IL-2/B7.1 (CD80) fusagene transduction of AML blasts by a self-inactivating lentiviral vector stimulates T cell responses in vitro: a strategy to generate whole cell vaccines for AML.
Chan L., Hardwick N., Darling D., Galea-Lauri J., Gäken J., Devereux S., Kemeny M., Mufti G., Farzaneh F.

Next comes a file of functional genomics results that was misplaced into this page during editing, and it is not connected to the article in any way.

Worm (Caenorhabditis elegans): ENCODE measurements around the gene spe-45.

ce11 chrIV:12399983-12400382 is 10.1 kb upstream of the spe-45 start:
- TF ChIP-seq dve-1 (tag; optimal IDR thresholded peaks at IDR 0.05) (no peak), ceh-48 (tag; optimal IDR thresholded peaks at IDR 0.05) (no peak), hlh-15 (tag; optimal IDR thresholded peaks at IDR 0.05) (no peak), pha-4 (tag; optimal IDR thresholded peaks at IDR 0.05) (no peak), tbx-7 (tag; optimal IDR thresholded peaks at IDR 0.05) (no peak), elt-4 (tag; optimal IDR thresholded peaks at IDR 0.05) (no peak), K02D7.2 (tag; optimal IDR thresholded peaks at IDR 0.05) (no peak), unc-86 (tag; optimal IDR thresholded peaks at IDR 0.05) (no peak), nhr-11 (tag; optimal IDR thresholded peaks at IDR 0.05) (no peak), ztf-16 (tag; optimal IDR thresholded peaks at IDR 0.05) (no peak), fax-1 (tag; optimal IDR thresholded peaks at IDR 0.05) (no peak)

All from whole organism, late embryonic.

Combined expression of costimulatory factors and proinflammatory cytokines stimulate effective immune-mediated tumor rejection in a variety of murine tumor models. Specifically, syngeneic tumor cells genetically modified to express B7.1 (CD80) have been shown to induce rejection of previously established murine solid tumors, and transduction with IL-2 can further increase survival. However, poor rates of gene transfer and inefficient expression of multiple transgenes encoded by single vectors have hampered the development of such autologous tumor cell vaccines for clinical trials in acute myeloid leukemia (AML) patients. Here we describe the development of a self-inactivating lentiviral vector encoding B7.1 and IL-2 as a single fusion protein postsynthetically cleaved to generate biologically active membrane-anchored B7.1 and secreted IL-2. This enables the efficient transduction of both established and primary AML blasts, resulting in expression of the transgenes in up to 98% of the cells following a single round of infection at an m.o.i. of 10. The combined expression of IL-2 and B7.1 in AML blasts enables increased stimulation of both allogeneic and autologous T cells. The stimulated lymphocytes secrete greater levels of Th1 cytokines and show evidence of specificity, as indicated by their increased proliferation in the presence of autologous AML compared to remission bone marrow cells.